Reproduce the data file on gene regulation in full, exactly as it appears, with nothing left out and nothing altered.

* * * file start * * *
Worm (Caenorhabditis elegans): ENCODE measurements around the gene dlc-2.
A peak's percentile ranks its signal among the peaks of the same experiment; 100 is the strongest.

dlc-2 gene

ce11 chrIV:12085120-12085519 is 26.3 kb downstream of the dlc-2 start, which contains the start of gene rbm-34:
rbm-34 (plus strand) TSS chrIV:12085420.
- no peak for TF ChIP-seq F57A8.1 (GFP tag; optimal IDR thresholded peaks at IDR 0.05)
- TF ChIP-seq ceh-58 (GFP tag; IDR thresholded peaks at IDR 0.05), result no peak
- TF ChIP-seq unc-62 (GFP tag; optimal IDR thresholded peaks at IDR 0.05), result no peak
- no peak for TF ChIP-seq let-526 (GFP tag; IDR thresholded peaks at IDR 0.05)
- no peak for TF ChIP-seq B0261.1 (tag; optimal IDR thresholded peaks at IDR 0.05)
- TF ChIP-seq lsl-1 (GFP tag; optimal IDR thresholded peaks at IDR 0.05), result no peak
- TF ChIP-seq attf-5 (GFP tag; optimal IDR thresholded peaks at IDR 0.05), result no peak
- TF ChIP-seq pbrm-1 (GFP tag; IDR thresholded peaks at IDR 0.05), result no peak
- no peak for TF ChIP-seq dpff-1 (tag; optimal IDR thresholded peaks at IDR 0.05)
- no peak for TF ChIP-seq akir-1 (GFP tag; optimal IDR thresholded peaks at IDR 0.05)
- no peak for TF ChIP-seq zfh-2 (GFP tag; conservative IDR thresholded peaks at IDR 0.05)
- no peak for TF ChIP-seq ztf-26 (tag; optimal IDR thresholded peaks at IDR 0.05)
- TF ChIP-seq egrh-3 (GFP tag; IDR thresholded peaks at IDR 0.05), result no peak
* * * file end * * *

Worm (Caenorhabditis elegans): ENCODE measurements around the gene dlc-2.
A peak's percentile ranks its signal among the peaks of the same experiment; 100 is the strongest.

dlc-2 gene

ce11 chrIV:12085120-12085519 is 26.3 kb downstream of the dlc-2 start, which contains the start of gene rbm-34:
rbm-34 (plus strand) TSS chrIV:12085420.
- no peak for TF ChIP-seq F57A8.1 (GFP tag; optimal IDR thresholded peaks at IDR 0.05)
- TF ChIP-seq ceh-58 (GFP tag; IDR thresholded peaks at IDR 0.05), result no peak
- TF ChIP-seq unc-62 (GFP tag; optimal IDR thresholded peaks at IDR 0.05), result no peak
- no peak for TF ChIP-seq let-526 (GFP tag; IDR thresholded peaks at IDR 0.05)
- no peak for TF ChIP-seq B0261.1 (tag; optimal IDR thresholded peaks at IDR 0.05)
- TF ChIP-seq lsl-1 (GFP tag; optimal IDR thresholded peaks at IDR 0.05), result no peak
- TF ChIP-seq attf-5 (GFP tag; optimal IDR thresholded peaks at IDR 0.05), result no peak
- TF ChIP-seq pbrm-1 (GFP tag; IDR thresholded peaks at IDR 0.05), result no peak
- no peak for TF ChIP-seq dpff-1 (tag; optimal IDR thresholded peaks at IDR 0.05)
- no peak for TF ChIP-seq akir-1 (GFP tag; optimal IDR thresholded peaks at IDR 0.05)
- no peak for TF ChIP-seq zfh-2 (GFP tag; conservative IDR thresholded peaks at IDR 0.05)
- no peak for TF ChIP-seq ztf-26 (tag; optimal IDR thresholded peaks at IDR 0.05)
- TF ChIP-seq egrh-3 (GFP tag; IDR thresholded peaks at IDR 0.05), result no peak